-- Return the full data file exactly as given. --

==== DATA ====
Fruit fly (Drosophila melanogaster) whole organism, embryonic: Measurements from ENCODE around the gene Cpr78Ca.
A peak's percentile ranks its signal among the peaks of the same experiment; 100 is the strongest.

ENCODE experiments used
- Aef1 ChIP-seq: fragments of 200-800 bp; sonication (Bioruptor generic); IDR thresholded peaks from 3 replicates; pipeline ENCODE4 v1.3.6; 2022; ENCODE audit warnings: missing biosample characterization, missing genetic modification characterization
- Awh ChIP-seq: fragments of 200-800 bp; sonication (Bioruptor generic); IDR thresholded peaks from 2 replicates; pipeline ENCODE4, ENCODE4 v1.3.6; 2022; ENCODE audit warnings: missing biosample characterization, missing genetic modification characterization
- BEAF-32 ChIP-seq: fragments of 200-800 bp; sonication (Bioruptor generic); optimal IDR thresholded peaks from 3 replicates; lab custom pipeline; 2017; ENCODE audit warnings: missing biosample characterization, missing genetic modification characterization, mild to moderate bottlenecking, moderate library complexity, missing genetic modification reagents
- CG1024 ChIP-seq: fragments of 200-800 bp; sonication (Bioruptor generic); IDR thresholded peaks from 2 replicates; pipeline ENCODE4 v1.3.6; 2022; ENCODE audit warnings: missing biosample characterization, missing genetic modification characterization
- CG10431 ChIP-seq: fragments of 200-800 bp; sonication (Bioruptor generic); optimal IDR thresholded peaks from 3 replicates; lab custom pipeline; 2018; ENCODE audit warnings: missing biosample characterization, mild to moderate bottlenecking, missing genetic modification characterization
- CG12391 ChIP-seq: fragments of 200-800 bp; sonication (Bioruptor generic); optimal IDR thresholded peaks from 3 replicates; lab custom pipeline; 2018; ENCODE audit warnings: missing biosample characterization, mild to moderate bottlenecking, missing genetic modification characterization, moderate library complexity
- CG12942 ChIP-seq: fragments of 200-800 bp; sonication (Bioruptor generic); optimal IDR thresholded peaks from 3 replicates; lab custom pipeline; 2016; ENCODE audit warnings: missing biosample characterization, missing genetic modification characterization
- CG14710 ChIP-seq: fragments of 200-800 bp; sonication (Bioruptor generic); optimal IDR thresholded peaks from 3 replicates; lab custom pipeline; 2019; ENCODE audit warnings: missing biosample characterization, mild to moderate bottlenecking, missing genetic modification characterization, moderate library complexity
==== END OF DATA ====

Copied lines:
Fruit fly (Drosophila melanogaster) whole organism, embryonic: Measurements from ENCODE around the gene Cpr78Ca.
A peak's percentile ranks its signal among the peaks of the same experiment; 100 is the strongest.

ENCODE experiments used
- Aef1 ChIP-seq: fragments of 200-800 bp; sonication (Bioruptor generic); IDR thresholded peaks from 3 replicates; pipeline ENCODE4 v1.3.6; 2022; ENCODE audit warnings: missing biosample characterization, missing genetic modification characterization
- Awh ChIP-seq: fragments of 200-800 bp; sonication (Bioruptor generic); IDR thresholded peaks from 2 replicates; pipeline ENCODE4, ENCODE4 v1.3.6; 2022; ENCODE audit warnings: missing biosample characterization, missing genetic modification characterization
- BEAF-32 ChIP-seq: fragments of 200-800 bp; sonication (Bioruptor generic); optimal IDR thresholded peaks from 3 replicates; lab custom pipeline; 2017; ENCODE audit warnings: missing biosample characterization, missing genetic modification characterization, mild to moderate bottlenecking, moderate library complexity, missing genetic modification reagents
- CG1024 ChIP-seq: fragments of 200-800 bp; sonication (Bioruptor generic); IDR thresholded peaks from 2 replicates; pipeline ENCODE4 v1.3.6; 2022; ENCODE audit warnings: missing biosample characterization, missing genetic modification characterization
- CG10431 ChIP-seq: fragments of 200-800 bp; sonication (Bioruptor generic); optimal IDR thresholded peaks from 3 replicates; lab custom pipeline; 2018; ENCODE audit warnings: missing biosample characterization, mild to moderate bottlenecking, missing genetic modification characterization
- CG12391 ChIP-seq: fragments of 200-800 bp; sonication (Bioruptor generic); optimal IDR thresholded peaks from 3 replicates; lab custom pipeline; 2018; ENCODE audit warnings: missing biosample characterization, mild to moderate bottlenecking, missing genetic modification characterization, moderate library complexity
- CG12942 ChIP-seq: fragments of 200-800 bp; sonication (Bioruptor generic); optimal IDR thresholded peaks from 3 replicates; lab custom pipeline; 2016; ENCODE audit warnings: missing biosample characterization, missing genetic modification characterization
- CG14710 ChIP-seq: fragments of 200-800 bp; sonication (Bioruptor generic); optimal IDR thresholded peaks from 3 replicates; lab custom pipeline; 2019; ENCODE audit warnings: missing biosample characterization, mild to moderate bottlenecking, missing genetic modification characterization, moderate library complexity